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drew.allen - Tuesday, January 30, 2018 11:37 AM
K. Brian Kelley - Tuesday, January 30, 2018 11:21 AM
Another idea for a PK is a composite key (two columns) consisting of the year + the day of the year. There are some uses for this.

I would just use the date itself. It's only a single field instead of being a composite key. It's more human readable. I could see having an index on year/day of the year, but I would not make it the PK.

Drew

PK doesn't have to be human readable. And there's value to determining what happened on the Nth of the year over multiple years. Think about how you'd have to deconstruct the key, for instance, if you wanted to compare temperature highs over the last 40 years for the same day. Yes, you could look at month and day columns, but it's easier if you have a single column, excepting leap years, of course. But that throws anything of this sort off. Therefore, it really depends on what you're trying to do here. :-)


K. Brian Kelley
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drew.allen
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K. Brian Kelley - Tuesday, January 30, 2018 11:40 AM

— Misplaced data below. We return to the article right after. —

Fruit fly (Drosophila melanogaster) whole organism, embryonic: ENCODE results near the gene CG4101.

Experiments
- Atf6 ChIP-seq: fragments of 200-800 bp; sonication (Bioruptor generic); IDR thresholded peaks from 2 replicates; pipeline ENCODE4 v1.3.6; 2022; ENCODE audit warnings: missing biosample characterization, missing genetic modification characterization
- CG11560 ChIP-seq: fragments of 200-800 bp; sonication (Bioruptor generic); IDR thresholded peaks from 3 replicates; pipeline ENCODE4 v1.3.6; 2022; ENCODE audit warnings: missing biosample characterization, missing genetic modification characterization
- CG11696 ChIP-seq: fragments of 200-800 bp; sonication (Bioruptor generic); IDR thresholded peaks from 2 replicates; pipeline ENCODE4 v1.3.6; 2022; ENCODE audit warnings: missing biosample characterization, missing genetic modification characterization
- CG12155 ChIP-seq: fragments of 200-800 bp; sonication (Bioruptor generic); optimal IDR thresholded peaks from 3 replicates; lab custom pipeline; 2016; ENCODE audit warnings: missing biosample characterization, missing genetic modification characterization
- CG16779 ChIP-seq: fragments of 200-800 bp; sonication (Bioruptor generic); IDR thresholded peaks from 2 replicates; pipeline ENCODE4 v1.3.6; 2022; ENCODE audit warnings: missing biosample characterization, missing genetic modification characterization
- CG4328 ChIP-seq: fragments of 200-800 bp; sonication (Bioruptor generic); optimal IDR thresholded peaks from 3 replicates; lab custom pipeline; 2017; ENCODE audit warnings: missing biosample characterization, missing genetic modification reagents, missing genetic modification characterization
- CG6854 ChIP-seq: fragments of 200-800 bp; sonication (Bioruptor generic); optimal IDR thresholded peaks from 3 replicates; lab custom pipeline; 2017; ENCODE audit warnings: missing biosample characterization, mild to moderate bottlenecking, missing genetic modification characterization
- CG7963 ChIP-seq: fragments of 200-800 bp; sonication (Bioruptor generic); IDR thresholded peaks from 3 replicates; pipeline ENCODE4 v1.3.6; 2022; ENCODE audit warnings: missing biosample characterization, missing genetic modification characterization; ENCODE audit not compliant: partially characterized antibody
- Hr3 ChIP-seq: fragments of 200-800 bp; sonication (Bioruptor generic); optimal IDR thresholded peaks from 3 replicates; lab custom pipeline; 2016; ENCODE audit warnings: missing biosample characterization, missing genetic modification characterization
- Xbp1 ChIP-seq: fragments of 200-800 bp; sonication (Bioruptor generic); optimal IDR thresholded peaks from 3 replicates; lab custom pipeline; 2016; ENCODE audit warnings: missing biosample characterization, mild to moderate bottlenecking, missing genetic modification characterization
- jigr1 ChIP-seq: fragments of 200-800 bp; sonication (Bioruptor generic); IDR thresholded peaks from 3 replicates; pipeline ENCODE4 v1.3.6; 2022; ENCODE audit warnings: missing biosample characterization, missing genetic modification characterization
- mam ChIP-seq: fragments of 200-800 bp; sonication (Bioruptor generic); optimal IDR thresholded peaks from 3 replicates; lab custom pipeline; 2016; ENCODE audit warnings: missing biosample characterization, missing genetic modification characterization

drew.allen - Tuesday, January 30, 2018 11:37 AM
K. Brian Kelley - Tuesday, January 30, 2018 11:21 AM
Another idea for a PK is a composite key (two columns) consisting of the year + the day of the year. There are some uses for this.

I would just use the date itself. It's only a single field instead of being a composite key. It's more human readable. I could see having an index on year/day of the year, but I would not make it the PK.

Drew

PK doesn't have to be human readable. And there's value to determining what happened on the Nth of the year over multiple years. Think about how you'd have to deconstruct the key, for instance, if you wanted to compare temperature highs over the last 40 years for the same day. Yes, you could look at month and day columns, but it's easier if you have a single column, excepting leap years, of course. But that throws anything of this sort off. Therefore, it really depends on what you're trying to do here. :-)